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An Owl Is Mobbed

Hey, little birds, what's the fuss? Oh, it's an owl!

A pint-sized Northern Pygmy-Owl, not much bigger than a pine cone, hoots from a tree-top on a winter morning. Before long, this diurnal owl - a determined predator of small birds and mammals - will attract a mob of a dozen or more small birds. Mobbing may be a collective response to danger. But it's not certain if the "mobbers" hope to drive away the predator, or simply draw attention to the threat.

Full Transcript

Transcript: 
BirdNote®
An Owl Is Mobbed

Written by Bob Sundstrom

This is BirdNote!
[Northern Pygmy-Owl tooting]
A pint-sized Northern Pygmy-Owl, not much bigger than a pine cone, hoots from a Northwest tree-top on a winter morning. Before long, this rufous-brown diurnal owl – a determined predator of small birds and mammals – attracts a crowd.
[Pygmy-Owl plus scolding calls of robins, chickadees, and nuthatches]
Aggravated and scolding like mad, a dozen or more small birds dart back and forth, above and below the owl. Chickadees, kinglets, nuthatches, and a Downy Woodpecker all join the fracas. The owl appears stoic, seeming to ignore this tumultuous rally that ornithologists call “mobbing”.
[Mobbing emphasized]
You might wonder: Why would birds that this aggressive owl regularly eats dare to risk themselves by coming within inches of the predator’s talons?
Scientists believe mobbing to be a collective response to danger. But it’s not certain if the “mobbers” hope to drive the predator off or simply draw attention to the threat. Locally nesting and resident birds are more likely to mob – perhaps because they have more at stake than passing migrants.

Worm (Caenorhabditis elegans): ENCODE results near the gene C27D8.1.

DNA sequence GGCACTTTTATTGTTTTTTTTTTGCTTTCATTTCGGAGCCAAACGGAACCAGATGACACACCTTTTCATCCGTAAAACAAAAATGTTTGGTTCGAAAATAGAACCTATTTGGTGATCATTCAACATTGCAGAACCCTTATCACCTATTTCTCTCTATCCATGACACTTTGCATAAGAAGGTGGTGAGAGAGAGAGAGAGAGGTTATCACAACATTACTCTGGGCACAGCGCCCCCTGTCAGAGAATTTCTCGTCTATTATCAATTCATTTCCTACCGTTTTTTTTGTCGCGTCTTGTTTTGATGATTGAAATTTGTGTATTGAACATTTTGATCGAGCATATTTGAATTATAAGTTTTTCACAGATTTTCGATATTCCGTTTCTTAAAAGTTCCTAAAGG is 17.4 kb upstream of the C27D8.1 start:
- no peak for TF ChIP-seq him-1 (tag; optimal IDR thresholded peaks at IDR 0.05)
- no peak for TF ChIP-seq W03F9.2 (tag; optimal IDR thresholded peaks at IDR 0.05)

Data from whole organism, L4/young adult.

[Repeat Pygmy-Owl toots plus scolding calls of robins, chickadees, nuthatches]
Listen again to this show — or any other — when you get BirdNote as a podcast. Sign up on our website, birdnote.org. I’m Mary McCann.
###
Calls of the birds provided by The Macaulay Library of Natural Sounds at the Cornell Lab of Ornithology, Ithaca, New York. Pygmy Owl recorded by G.A. Keller, Black-capped Chickadees by R.C. Stein, American Robins by R.S. Little, and Red-breasted Nuthatch by W.L. Hershberger.
Producer: John Kessler
Executive Producer: Chris Peterson
© 2012 Tune In to Nature.org   January 2012   Narrator: Mary McCann

ID#010906NOPOKPLU   / NOPO-01b-2010-01-16-MM

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